Zero- to ultralow-field nuclear magnetic resonance and its applications

@article{Jiang2020ZeroTU,
  title={Zero- to ultralow-field nuclear magnetic resonance and its applications},
  author={Min Jiang and Ji Bian and Qing Li and Ze Wu and Haowen Su and M Xu and Yuanhong Wang and Xin Wang and Xinhua Peng},
  journal={arXiv: Quantum Physics},
  year={2020}
}
5 Citations

Multiparameter quantum metrology using strongly interacting spin systems

Min Jiang,1, 2, 3 Yunlan Ji,1, 2, 3 Qing Li,1, 2, 3 Ran Liu,1, 2, 3 Dieter Suter,4 and Xinhua Peng1, 2, 3, ∗ 1Hefei National Laboratory for Physical Sciences at the Microscale and Department of

Metabolic Reactions Studied by Zero- and Low-Field Nuclear Magnetic Resonance

: State-of-the-art magnetic resonance imaging uses hyperpolarized molecules to track metabolism in vivo, but large superconducting magnets are required, and the strong magnetic fields largely preclude

Solid-state NMR signals at zero-to-ultra-low-field

References

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In the absence of chemical shifts, proton-phosphorous scalar (J) couplings have been detected, indicating the presence of specific covalent bonds, opening the possibility for “pure J spectroscopy” as a diagnostic tool for the detection of molecules in low magnetic fields.

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We review experimental techniques in our laboratory for nuclear magnetic resonance (NMR) in zero and ultralow magnetic field (below 0.1 μT) where detection is based on a low-cost, non-cryogenic,

Zero-field nuclear magnetic resonance of chemically exchanging systems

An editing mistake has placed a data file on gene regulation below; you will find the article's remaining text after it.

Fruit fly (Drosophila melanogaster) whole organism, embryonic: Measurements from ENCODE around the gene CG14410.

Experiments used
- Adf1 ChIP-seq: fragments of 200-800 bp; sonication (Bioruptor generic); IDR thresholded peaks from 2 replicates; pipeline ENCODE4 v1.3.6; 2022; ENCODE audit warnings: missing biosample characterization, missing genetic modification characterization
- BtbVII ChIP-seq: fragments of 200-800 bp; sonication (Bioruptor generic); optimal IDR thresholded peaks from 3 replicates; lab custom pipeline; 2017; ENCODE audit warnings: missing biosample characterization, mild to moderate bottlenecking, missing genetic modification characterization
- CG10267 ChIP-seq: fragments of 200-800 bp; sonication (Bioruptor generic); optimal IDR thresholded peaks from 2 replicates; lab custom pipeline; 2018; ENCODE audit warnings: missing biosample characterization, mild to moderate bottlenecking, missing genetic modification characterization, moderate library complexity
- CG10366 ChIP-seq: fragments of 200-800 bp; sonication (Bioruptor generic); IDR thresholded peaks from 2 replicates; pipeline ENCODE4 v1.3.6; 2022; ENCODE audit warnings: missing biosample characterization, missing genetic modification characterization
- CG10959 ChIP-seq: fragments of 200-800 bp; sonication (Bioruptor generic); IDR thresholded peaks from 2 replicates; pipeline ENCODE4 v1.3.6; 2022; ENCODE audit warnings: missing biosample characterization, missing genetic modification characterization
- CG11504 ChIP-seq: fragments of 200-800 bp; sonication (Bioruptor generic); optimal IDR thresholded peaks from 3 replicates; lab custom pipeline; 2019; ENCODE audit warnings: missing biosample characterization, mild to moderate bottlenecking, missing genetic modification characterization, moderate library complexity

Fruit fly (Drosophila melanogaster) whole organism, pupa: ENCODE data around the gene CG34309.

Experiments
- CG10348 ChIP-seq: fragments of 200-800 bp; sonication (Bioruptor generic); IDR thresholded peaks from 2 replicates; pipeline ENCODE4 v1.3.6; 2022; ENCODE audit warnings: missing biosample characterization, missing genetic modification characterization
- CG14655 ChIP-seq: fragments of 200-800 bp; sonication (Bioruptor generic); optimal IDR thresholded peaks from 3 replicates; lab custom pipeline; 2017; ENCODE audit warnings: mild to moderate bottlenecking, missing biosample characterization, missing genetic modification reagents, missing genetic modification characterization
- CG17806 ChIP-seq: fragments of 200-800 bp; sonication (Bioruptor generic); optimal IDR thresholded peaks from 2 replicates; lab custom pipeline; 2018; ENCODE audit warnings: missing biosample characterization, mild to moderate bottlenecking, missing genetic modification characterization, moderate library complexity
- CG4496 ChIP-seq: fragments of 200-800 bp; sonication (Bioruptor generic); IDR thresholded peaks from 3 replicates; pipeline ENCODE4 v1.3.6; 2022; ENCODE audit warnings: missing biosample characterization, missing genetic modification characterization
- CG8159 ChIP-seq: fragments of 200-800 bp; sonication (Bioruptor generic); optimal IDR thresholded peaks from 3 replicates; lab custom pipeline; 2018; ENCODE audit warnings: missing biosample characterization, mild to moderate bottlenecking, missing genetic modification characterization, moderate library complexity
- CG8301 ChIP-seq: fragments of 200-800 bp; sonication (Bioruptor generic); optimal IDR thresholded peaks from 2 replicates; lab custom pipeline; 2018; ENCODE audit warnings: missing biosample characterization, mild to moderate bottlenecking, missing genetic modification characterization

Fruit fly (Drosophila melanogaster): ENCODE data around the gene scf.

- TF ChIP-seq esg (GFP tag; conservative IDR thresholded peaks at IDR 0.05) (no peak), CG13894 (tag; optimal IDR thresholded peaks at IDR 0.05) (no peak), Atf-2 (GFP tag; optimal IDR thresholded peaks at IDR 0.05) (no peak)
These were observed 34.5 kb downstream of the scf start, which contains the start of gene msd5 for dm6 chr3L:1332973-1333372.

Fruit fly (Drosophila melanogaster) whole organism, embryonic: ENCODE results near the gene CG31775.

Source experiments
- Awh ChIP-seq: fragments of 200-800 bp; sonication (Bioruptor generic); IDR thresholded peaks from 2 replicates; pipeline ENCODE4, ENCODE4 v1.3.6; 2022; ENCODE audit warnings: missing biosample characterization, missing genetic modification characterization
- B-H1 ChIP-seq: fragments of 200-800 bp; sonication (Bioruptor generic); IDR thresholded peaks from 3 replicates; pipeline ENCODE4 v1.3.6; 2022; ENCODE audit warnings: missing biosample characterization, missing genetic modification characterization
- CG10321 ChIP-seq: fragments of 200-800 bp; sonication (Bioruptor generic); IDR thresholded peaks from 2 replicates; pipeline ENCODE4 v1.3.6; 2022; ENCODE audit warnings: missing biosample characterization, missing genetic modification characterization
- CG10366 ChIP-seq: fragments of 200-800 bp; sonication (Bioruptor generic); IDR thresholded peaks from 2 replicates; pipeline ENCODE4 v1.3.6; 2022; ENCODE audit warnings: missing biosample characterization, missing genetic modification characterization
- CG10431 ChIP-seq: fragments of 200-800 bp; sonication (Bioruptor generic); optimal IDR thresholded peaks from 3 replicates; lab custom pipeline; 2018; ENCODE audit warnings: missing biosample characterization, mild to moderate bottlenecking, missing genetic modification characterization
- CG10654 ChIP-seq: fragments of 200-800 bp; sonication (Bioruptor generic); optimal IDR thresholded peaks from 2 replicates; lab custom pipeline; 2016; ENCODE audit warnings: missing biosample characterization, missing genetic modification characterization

Zero- to ultralow-field (ZULF) nuclear magnetic resonance (NMR) is used for resolving proton exchange in ammonium and for the detection of hyperpolarized pyruvic acid, an important imaging biomarker.

Application of superconducting quantum interference devices to nuclear magnetic resonance

Nuclear magnetic resonance (NMR) provides information in low polarizing fields that is hard to obtain in high fields. A new generation of sensitive NMR detectors, the superconducting quantum

Ultralow field NMR spectrometer with an atomic magnetometer near room temperature.

Magnetic Gradiometer for the Detection of Zero- to Ultralow-Field Nuclear Magnetic Resonance

Magnetic sensors are important for detecting nuclear magnetization signals in nuclear magnetic resonance (NMR). As a complementary analysis tool to conventional high-field NMR, zero- and

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High-resolution NMR spectroscopy is a powerful tool for non-destructive structural investigations of matter1. Typically, expensive and immobile superconducting magnets are required for chemical

Measurement of untruncated nuclear spin interactions via zero- to ultralow-field nuclear magnetic resonance

Author(s): Blanchard, JW; Sjolander, TF; King, JP; Ledbetter, MP; Levine, EH; Bajaj, VS; Budker, D; Pines, A | Abstract: © 2015 American Physical Society. Zero- to ultralow-field nuclear magnetic

Transition-Selective Pulses in Zero-Field Nuclear Magnetic Resonance.

Pulses with excitation bandwidths 0.5-5 Hz are used for population redistribution, selective excitation, and coherence filtration, helpful when interpreting zero- and ultralow-field NMR spectra that contain a large number of transitions.

Nuclear magnetic resonance at millitesla fields using a zero-field spectrometer.

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